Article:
Electrafied

unabridged

For Christmas, one year in college, I received the Unabridged Journals of Sylvia Plath. Inevitably, I spent a few months infatuated with Plath’s maudlin hyperlyricism. Few writers can make self absorption as compelling; Kerouac maybe, JT LeRoy (were he not fictional). There’s something hypnotic about Plath’s verse, drawn from a well of caustic freudian melodrama, expertly decanted through surrealist imagery. Anyway, this is just a little love poem to Sylvia, written by a smitten boy in his twenties, falling for her verse. Recently published in the latest issue of Saul Bowman’s ever more nominally diverse zine ‘This is Not Where I Belong’.

Electrafied

Sylvia,
My guess, your dress, of words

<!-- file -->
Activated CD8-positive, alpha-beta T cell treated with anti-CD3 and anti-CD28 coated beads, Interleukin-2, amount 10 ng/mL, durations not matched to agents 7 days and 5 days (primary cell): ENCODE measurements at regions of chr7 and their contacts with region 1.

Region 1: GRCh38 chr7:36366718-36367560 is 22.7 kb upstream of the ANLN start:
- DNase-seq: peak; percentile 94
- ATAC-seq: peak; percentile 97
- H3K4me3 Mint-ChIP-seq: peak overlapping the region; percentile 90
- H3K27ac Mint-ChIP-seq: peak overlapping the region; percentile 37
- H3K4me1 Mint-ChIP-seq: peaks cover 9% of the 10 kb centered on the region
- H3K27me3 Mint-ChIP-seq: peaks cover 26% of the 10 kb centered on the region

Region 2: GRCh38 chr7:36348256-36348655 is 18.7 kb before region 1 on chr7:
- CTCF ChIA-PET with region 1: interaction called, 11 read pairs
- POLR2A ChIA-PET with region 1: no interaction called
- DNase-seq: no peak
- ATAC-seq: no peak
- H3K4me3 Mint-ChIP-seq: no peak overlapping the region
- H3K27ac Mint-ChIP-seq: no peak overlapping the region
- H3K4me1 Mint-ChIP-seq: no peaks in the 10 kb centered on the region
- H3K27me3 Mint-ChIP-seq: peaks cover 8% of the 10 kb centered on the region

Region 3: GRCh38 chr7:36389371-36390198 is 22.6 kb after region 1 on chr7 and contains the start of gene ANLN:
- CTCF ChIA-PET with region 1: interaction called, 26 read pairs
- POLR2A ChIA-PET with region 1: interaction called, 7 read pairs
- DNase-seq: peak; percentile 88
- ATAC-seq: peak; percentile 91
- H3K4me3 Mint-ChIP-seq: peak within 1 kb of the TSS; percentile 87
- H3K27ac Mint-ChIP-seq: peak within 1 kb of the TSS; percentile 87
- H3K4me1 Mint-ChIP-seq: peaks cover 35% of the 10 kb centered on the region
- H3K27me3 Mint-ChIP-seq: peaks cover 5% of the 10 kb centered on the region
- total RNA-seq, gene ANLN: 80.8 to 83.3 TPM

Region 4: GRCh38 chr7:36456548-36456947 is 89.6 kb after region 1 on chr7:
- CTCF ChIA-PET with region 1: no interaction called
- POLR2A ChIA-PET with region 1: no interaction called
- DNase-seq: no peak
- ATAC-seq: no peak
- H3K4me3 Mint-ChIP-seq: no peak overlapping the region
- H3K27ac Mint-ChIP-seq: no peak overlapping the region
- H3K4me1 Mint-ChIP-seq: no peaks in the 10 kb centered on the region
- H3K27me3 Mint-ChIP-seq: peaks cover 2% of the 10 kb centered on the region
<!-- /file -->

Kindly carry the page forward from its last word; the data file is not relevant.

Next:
has been deflowered
As leonine, base,
As of a caul of death
That icy slick, your scald, has shed
and glitter split
a wax chrysalis

Sylvia,
What is a boy to do,
to impress you
to vain a chalk scratch
in the hoof print of your metre
Quirk a smile, from that
flatland greyscale snap of you
American, at twenty two
and possessed

Sylvia,
let us abide
in the bower of crafted elm
like wickedness
Crowd to the quick and conch
the tug of undertow
your terracotta emblem,
pity deep the mournful flow
trawling last words

Sylvia,
the ruddy microns of the air
are hefting Hughes and you
in this splendid friction of April
crackling diaphanous specters
rising ever to the heat
vague as notes
red as balloons
unbound Ariels

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